The advent of online poker changed a lot too. You could be knee-deep in a game, at whatever stakes, from the comfort of your home. No gangsters, no shotguns, and no danger… unless you were still using dial-up, of course!
As the big poker sites monopolised the industry, access to good live poker games became far easier. Playing in big, underground games was no longer necessary. And taking the risks that came with playing in them became almost non-existent.
People could leave their snooker balls at home, safe in the knowledge that they were unlikely to be robbed. They could have any winnings wired directly to their online poker or bank accounts.
Even the venues themselves made the game more appealing: Casinos were regulated, had their own security teams, and used cameras to prevent cheating. The whole industry feels far safer, encouraging more new-school players to take their shot.
Today, the industry has become a safe and regulated place to play.
The Bellagio cardroom is my favourite in Vegas. As well as being inside one of the most beautiful and famous casinos on the strip, it’s run pretty well. And the atmosphere is excellent.
I can still recall my first session, not that I got to play much poker. Hit with a long waiting list, I was banished to the fringes. As I mooched around, I noticed a plaque on the wall listing the House Rules.
Along with identifying the casino’s usual, boring rake and regulatory terms, the plaque clarified that ‘check-and-raise is permitted.’
This ruling seemed pretty bizarre. Not because check-raising was allowed, of course. But the casino felt that this needed to be confirmed. It seemed like saying you’re allowed to wash your underwear or walk your dog. As I saw it, check-raises were a regular part of poker strategy.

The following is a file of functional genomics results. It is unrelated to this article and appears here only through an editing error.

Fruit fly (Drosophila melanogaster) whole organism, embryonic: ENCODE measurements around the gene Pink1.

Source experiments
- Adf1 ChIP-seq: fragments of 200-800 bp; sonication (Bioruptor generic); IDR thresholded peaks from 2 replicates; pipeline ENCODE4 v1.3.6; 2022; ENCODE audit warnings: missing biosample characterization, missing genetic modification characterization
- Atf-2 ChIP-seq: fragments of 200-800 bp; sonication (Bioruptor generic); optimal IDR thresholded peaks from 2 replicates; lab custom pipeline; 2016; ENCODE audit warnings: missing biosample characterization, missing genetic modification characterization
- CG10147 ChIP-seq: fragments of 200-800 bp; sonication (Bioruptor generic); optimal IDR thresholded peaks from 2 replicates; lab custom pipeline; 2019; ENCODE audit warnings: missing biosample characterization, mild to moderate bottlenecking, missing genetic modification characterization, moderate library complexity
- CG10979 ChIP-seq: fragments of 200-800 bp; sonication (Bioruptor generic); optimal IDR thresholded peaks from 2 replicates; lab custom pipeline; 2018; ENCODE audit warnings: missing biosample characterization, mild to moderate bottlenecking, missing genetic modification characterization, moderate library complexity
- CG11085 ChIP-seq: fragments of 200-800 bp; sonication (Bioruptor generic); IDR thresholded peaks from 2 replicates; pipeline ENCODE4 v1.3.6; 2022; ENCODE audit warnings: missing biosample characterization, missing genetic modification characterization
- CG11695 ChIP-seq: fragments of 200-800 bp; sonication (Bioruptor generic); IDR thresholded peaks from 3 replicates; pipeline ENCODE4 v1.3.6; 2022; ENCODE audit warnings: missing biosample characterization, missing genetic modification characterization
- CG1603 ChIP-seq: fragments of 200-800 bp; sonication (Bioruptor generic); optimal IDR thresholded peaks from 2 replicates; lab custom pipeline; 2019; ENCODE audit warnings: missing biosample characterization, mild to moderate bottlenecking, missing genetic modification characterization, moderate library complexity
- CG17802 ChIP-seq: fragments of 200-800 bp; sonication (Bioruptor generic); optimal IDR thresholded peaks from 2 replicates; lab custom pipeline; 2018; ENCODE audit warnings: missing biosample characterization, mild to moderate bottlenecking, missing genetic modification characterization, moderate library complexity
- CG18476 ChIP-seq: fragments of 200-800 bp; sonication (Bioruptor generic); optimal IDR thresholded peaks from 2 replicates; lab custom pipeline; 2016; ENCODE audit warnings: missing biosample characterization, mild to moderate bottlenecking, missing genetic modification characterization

Why wouldn’t they be allowed?
To understand the rule, we need to clarify the age of the plaque. As the Bellagio’s cardroom opened in 1998, the casino likely hung the plaque then. While this might seem relatively recent, it means the plaque predates the Poker Boom.
It’s from a time when most poker players still had an old-school mindset.
As you may have gathered from comments made by more aged opponents, it was often considered polite and gentlemanly to ‘bet your hand.’
As a result, many believed check-raising (or sandbagging, as it was known) to be rude and dishonourable. People hate being check-raised at the best of times. The social offence of a chunky check-raise probably led to many ‘pistols at dawn’ types of arguments.
It’s a stark contrast to today’s games, where check-raising is standard. Many people see a check-raise-bluff as a pretty bad-ass play.
By today’s strategic standards, you’re unlikely to be a very good player if you are not check-raising enough.
The new stance on check-raising shows a considerable shift in poker attitudes. It’s indicative of a generation of players that aim to be balanced all around.
Any non-masochist is still finding being check-raised as annoying as petrol prices right now.
Modern, new-school players accept it as part of the game.
Team Pros and Sponsorship
Another thing that’s changed a lot in recent years is the prevalence of sponsored professionals and poker ambassadors. At the height of the poker boom, obtaining a sponsorship was simply a case of winning the right tournament.
- Patches of all shapes and colours littered the shirts of any player lucky enough to make a feature table.
- Operators threw around sponsorships as liberally as insults on a Jake Paul post.